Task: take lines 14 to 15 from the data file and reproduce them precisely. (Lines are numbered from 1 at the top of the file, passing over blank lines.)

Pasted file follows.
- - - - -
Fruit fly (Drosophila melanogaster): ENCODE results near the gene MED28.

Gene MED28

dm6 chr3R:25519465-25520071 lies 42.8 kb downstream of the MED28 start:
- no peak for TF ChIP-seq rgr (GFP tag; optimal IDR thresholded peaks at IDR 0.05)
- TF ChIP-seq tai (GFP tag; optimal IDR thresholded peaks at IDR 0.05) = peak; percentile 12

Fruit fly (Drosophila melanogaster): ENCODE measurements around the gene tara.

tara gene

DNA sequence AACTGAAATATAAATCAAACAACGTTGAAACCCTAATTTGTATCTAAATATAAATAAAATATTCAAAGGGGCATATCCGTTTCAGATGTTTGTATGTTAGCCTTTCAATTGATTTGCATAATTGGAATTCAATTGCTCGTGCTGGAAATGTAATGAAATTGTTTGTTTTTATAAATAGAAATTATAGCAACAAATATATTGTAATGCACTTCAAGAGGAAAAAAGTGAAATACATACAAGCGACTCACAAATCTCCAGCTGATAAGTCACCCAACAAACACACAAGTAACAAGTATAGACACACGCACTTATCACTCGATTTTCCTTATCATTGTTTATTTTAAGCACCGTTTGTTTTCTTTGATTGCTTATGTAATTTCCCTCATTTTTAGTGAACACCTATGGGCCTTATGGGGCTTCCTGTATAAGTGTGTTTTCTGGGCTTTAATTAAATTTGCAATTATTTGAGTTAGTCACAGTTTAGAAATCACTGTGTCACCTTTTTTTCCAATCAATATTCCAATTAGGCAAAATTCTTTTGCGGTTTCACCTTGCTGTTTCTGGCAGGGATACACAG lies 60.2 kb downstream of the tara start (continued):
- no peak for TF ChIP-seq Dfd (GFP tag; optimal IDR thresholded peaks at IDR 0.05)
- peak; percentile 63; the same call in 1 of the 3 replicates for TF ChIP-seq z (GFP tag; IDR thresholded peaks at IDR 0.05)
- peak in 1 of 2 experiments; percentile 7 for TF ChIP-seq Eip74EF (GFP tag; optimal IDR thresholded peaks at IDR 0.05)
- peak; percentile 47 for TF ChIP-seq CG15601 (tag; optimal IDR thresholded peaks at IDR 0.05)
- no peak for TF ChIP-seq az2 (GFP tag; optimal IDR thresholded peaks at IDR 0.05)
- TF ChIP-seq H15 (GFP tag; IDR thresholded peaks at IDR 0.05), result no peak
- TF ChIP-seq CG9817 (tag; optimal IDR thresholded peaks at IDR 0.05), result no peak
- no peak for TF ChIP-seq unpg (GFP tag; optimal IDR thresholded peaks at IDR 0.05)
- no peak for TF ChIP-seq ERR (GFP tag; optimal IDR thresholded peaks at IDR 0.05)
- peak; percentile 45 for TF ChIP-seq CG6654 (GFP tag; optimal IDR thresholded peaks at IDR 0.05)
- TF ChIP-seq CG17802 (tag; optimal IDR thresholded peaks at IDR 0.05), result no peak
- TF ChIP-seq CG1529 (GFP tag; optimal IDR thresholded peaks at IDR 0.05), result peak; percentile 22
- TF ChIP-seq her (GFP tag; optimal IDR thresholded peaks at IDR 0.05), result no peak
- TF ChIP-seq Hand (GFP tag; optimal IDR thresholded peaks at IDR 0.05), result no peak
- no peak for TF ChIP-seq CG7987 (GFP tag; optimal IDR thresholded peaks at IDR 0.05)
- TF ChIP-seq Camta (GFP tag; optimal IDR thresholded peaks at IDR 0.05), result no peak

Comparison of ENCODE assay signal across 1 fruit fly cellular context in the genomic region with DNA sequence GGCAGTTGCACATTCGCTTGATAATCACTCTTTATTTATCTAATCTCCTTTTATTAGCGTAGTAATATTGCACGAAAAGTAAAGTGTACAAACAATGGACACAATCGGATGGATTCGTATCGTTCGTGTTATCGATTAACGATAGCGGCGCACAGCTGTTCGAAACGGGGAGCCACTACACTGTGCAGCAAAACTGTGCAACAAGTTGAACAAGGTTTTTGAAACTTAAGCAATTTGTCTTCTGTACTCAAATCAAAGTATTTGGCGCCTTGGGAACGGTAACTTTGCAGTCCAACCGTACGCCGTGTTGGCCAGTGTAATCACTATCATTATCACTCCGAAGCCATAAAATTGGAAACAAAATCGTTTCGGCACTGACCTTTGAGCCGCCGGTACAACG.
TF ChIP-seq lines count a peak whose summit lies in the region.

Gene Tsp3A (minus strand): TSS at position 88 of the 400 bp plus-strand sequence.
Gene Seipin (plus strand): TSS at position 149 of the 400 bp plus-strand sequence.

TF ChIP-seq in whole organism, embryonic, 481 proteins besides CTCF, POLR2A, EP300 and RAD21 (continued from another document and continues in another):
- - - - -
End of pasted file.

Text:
- TF ChIP-seq H15 (GFP tag; IDR thresholded peaks at IDR 0.05), result no peak
- TF ChIP-seq CG9817 (tag; optimal IDR thresholded peaks at IDR 0.05), result no peak